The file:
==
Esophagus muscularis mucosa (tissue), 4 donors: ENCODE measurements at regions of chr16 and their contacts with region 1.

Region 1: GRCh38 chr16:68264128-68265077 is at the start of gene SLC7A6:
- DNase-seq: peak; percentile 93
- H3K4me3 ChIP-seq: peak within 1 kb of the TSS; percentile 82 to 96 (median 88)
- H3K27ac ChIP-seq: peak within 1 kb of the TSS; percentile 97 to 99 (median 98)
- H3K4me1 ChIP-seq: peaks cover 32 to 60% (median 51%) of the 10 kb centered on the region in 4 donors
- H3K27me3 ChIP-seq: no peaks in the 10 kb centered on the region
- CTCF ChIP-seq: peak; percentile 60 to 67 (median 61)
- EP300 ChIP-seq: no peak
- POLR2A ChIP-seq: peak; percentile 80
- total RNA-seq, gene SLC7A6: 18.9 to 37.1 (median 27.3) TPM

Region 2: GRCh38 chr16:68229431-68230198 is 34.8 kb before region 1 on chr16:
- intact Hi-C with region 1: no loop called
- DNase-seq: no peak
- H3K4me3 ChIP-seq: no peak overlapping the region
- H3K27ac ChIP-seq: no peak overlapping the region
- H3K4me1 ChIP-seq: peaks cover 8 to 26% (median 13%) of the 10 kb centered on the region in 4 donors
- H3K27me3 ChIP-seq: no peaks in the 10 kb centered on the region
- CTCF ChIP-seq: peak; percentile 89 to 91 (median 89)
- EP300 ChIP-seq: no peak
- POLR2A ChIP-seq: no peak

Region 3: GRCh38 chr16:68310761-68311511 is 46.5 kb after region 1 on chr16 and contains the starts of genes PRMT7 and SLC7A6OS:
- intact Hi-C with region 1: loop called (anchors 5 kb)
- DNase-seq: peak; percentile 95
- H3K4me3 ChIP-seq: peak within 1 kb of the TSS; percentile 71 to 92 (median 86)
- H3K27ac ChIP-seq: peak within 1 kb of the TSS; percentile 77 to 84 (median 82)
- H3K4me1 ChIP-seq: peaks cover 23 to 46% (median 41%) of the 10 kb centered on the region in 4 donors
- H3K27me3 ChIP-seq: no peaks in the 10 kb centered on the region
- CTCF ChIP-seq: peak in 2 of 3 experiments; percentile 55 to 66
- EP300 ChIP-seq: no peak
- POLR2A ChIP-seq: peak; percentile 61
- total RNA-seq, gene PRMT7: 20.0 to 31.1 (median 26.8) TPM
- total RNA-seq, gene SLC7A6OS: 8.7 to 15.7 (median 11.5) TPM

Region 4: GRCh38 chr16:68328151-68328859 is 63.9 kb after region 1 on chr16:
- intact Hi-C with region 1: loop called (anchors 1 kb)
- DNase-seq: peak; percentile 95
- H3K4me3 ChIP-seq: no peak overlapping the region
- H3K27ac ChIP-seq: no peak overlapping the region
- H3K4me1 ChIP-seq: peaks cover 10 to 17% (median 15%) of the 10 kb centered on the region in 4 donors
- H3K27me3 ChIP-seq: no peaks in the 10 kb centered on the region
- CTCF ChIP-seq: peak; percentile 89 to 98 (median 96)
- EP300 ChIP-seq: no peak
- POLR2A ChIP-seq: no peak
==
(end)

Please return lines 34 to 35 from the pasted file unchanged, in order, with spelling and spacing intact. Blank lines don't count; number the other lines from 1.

Region 4: GRCh38 chr16:68328151-68328859 is 63.9 kb after region 1 on chr16:
- intact Hi-C with region 1: loop called (anchors 1 kb)